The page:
Living history re-enactors will turn out to observe the sesquicentennial of  Battle of Sabine Pass.Dick Dowling Day

Michael McGreevy is expecting “excellent troop strength” for Dick Dowling Days weekend, Sept. 7-8.

Friends of Sabine Pass Battleground will present the event, re-creating aspects of  the Civil War Battle on both days. The weekend of living history camps honors Dick Dowling and his ragtag band of men who bested the Union on Sept. 8, 1863.

McGreevy says attendees feel the ground shake and they smell the smoke of battle.

Bring the family for this year’s event, which includes performances and a dance. A photography contest will focus on hardships of war. Contact or call 409-549-2601 for more information for details.

In 1863 a Union Navy flotilla of four gunboats and 5,000 men attempted to enter the Sabine Pass, the Texas Historical Commission reports: “Dowling’s artillery drills paid off as the Confederates scored several direct hits on the federal ships, disabling two of them, and blocking the others’ passage. The Union forces retreated and the Davis Guard claimed the capture of 350 prisoners and a large quantity of supplies; they did not suffer a single casualty in the encounter. The unlikely victory of Dowling and the Davis Guard thwarted the Union invasion of Texas.”

Battle grounds are in Sabine Pass, between Port Arthur and Sea Rim State Park. Dick Dowling Day highlights include:

Saturday, Sept. 7

9 a.m.- Gates open

10 a.m. – Court Martial & Execution

11 a.m.-150th Anniversary Memorial Ceremony: Texas State Rep. James White will speak and present his resolution to the Texas House of Representatives honoring the anniversary

2 p.m. –  Battle: Union Attack & Occupation of Sabine City   

3 p.m. –  Jed Marum in Concert

7 p.m. – Dance: 3rd Texas String Band

Sunday, Sept. 8

9 a.m. –  Gates open, church service

10 a.m. – Court Martial & Execution

11 a.m. – Jed Marum in Concert

 2 p.m.  – Battle: Union Attack on the Garrison at Sabine City

A brief history of the Battle of Sabine Pass

On September 8, 1863, at Sabine Pass, Texas, Lt. Richard W. Dowling and the Davis Guard defeated the forces of General Nathaniel P. Banks and Admiral G. Farragut under the command of General William G. Franklin in a Confederate victory described by President Jefferson Davis as being “without parallel in ancient or modern warfare.”

General Banks, commander of the Department of the Gulf, placed 15,000 men for this campaign under the immediate command of General Franklin who sailed August 29, 1863, from New Orleans with 5,000 soldiers on 18 transports of various types. The westward bound convoy was escorted by four heavily armed gunboats; the Cliffon, Sachem, Arizona and Granite City. Franklin was to sail up the Sabine Pass, land in the vicinity of Sabine City, advance to Beaumont seizing the railroad, and take Houston and Galveston from the North. The additional 10,000 men left in reserve would be brought from New Orleans to overcome all resistance in Texas.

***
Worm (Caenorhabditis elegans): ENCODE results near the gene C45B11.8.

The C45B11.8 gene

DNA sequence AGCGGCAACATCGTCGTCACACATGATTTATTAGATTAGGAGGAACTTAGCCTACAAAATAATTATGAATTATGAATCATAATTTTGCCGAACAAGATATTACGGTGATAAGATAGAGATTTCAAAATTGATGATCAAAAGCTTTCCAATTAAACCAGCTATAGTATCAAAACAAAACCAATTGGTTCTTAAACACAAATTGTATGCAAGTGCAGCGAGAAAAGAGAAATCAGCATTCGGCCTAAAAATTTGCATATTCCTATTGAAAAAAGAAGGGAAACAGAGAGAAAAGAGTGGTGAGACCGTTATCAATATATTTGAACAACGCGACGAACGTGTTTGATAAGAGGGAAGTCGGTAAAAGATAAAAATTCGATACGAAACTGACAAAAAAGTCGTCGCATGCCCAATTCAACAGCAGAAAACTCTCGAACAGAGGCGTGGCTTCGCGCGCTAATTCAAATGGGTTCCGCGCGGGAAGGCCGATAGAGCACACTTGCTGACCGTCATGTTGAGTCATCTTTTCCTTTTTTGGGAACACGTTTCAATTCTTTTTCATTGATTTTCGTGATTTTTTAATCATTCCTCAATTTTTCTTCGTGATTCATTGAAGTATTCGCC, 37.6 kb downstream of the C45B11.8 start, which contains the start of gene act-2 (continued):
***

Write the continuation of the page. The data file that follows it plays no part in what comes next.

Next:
The poorly defined Union rendezvous at the mouth of Sabine Pass was discovered and the act of surprise was lost. By September 6, the Confederate defenders knew a large Union force was approaching and although the Davis Guard had permission to withdraw, they decided to defend the earthen fort. Because Captain Odlum was acting as area commander in Sabine City, actual command at Fort Griffin fell to his young lieutenant, Richard W. (Dick) Dowling.

The defending Confederates watched the Union gunboats advance up the Pass during the night of September 7. Next morning the Union guns shelled Fort Griffin, but Dowling withheld his fire until mid-afternoon when the attacking Sachem was only 1200 yards away. With one of their first rounds, the Davis Guard disabled the Sachem and then shifted fire to the Clifton. In 45 minutes the two vessels surrendered and the remaining Union gunboats and transports fled in panic to the Gulf and to New Orleans. The Davis Guard suffered no casualties; the invading forces lost about 50 killed and 350 prisoners.

The incredible success of the Davis Guard gave heart to the Confederate forces. Dick Dowling and his men received commendation from their commanding generals, the Confederate Congress and President Davis. Texas remained an active state in the Confederacy.